Resist the Threat to Net Neutrality

FCC could change internet as we know it

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In just one week, the Federal Communications Commission (FCC) could bring an end to net neutrality with one vote, completely infringing upon our First Amendment rights and altering the way we as consumers access the internet.

Net neutrality, a policy strengthened under the Obama administration, classifies high speed internet as a public utility and ensures internet service providers such as AT&T, Comcast and Verizon treat all internet data equally. With net neutrality, companies cannot discriminate against customers or websites.

Now, Republican members of the presidentially appointed FCC like Chairman Ajit Pai — a former attorney for Verizon — want to allow massive companies to take unprecedented control over the internet world and reshape how people can use the web. If the FCC votes in favor of ending net neutrality next week, internet providers could restrict access to any publications they dislike. They could also charge additional fees to visit popular pages such as Netflix, Amazon and Google, allowing for huge profit surges at the financial burden of everyone else.

Illustration by Anna McGrew

The Democrat minority of the FCC is openly condemning the commission’s moves to end net neutrality. Commission member Jessica Rosenworcel published her concerns in newspapers across the country.

“There is something not right about a few unelected FCC officials making such vast determinations about the future of the internet,” Rosenworcel said in an editorial in the LA Times.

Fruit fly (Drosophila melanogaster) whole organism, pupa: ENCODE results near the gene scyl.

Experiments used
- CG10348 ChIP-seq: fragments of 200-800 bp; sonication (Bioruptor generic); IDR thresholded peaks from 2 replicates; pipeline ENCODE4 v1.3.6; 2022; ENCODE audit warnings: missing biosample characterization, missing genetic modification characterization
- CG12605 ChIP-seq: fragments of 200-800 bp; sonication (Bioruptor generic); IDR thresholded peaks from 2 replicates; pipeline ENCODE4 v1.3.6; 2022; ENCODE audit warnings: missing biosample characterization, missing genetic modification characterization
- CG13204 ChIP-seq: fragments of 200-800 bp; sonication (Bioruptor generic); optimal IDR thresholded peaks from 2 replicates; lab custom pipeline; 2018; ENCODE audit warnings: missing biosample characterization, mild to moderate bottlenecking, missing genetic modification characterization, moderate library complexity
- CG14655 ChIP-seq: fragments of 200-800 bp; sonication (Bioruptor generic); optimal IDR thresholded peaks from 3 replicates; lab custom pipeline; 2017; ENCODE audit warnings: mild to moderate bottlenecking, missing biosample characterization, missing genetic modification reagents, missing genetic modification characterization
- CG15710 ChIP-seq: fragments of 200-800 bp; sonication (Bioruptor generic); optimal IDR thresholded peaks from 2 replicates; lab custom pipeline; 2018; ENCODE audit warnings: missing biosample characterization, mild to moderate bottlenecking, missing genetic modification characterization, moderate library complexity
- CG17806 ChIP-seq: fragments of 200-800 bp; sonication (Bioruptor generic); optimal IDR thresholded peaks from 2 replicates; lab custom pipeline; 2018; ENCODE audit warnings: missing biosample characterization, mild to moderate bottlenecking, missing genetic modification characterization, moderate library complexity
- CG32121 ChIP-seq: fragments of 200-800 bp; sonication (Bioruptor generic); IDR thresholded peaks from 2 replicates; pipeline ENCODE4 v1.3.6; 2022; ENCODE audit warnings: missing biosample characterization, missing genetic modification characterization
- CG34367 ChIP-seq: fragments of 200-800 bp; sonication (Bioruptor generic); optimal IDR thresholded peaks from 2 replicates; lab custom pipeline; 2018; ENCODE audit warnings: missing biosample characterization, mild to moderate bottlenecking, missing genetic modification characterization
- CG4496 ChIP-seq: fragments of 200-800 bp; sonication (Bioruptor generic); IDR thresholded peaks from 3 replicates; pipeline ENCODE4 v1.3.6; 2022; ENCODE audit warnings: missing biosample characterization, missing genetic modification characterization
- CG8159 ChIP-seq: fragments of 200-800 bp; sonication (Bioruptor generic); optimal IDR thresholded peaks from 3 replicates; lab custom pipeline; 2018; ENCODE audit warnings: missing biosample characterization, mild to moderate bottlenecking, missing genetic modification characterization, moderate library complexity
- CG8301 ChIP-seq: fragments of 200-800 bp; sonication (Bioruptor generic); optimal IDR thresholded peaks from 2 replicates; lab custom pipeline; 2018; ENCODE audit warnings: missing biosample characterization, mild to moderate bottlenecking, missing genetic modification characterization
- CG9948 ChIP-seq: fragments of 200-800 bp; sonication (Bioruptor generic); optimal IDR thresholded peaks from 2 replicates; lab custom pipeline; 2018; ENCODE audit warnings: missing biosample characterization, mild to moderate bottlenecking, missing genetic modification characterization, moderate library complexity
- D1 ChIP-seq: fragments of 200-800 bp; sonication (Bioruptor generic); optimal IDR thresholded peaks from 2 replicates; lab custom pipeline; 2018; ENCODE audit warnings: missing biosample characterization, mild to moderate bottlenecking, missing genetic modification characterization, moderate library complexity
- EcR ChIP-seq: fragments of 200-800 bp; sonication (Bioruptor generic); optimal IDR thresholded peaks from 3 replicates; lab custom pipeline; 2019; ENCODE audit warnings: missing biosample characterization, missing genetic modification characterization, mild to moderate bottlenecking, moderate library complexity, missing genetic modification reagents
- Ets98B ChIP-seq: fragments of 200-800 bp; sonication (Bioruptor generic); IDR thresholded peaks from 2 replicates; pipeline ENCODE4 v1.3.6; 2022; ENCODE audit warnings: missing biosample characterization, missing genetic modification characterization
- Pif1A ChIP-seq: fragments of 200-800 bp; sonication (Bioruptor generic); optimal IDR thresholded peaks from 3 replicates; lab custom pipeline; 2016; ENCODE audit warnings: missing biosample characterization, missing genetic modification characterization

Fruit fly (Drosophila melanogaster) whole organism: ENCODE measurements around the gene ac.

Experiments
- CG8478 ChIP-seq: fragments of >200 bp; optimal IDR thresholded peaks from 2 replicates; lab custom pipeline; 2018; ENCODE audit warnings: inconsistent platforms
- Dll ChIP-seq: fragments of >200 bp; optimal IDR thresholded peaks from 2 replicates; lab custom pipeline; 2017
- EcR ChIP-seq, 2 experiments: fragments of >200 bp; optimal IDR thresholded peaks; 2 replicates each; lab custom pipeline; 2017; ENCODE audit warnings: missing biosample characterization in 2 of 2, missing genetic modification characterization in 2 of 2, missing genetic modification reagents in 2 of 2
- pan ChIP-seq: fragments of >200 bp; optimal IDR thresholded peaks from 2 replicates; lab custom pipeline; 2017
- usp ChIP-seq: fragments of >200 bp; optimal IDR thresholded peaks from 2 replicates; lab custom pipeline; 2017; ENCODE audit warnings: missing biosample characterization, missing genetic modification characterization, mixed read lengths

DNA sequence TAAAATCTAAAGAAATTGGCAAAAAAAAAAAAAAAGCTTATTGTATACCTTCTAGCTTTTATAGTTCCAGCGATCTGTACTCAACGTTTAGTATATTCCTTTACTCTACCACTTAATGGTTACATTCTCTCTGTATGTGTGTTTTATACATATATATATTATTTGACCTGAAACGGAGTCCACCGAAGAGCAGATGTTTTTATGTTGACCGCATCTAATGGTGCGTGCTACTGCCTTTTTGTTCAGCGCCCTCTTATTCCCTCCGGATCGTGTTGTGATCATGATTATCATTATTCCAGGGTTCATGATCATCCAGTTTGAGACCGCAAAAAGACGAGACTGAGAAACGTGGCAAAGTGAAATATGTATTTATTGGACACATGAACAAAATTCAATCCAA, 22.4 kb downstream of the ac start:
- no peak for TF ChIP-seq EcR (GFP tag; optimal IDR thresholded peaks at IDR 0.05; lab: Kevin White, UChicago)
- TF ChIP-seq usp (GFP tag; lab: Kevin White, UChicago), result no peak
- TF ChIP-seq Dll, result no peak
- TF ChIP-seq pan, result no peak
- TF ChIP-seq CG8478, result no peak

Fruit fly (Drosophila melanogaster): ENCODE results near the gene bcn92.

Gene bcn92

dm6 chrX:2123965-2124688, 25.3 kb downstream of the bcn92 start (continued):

Rosenworcel is right. The FCC is supposed to make sure film, television and radio content is safe and appropriate for the public and follows national guidelines. It is not supposed to strip away access to high-speed internet, an essential resource in modern life.

Not only is the commission trying to alter how we access the internet — it intends to do so by undercutting all necessary democratic processes.

In the past two months since Pai reproposed ending net neutrality, the FCC has been intensely scrutinized. Congress members, consumer watch groups and engaged members of the public voiced their concerns, with a record high of over 22 million messages sent to the commission in the past eight weeks exclusively regarding the possible end to net neutrality.

As the FCC opened its website for public comments on net neutrality, the department received thousands of messages in support of ending net neutrality that many, including members of the FCC, believe to be generated by bots using eerily identical phrases to sway the argument in favor of ending net neutrality.

About 440,000 identical anti-net neutrality comments read, “The unprecedented regulatory power the Obama administration imposed on the Internet is smothering innovation, damaging the American economy and obstructing job creation.”

It is estimated that there are at least 1 million false comments in total. These comments drew enough concern that on Dec. 4 the attorney general of New York and 28 U.S. senators called for a halt to the FCC vote. But Pai refused and is insisting the commission vote on ending net neutrality next week.

In 2014, when the government originally considered ending net neutrality the Democrat-led FCC listened to the outpour of criticism from the public and opted to strengthen protection of net neutrality.

This time, the moves against public discourse make it clear that Pai and other FCC members are well aware that ending net neutrality is not for the public benefit, but for the benefit of major corporations and Washington D.C. lobbyists.

We, as a public, must respond swiftly and save net neutrality by overwhelming the FCC with the public opinions of the people who will actually be impacted by its Dec. 14 vote.

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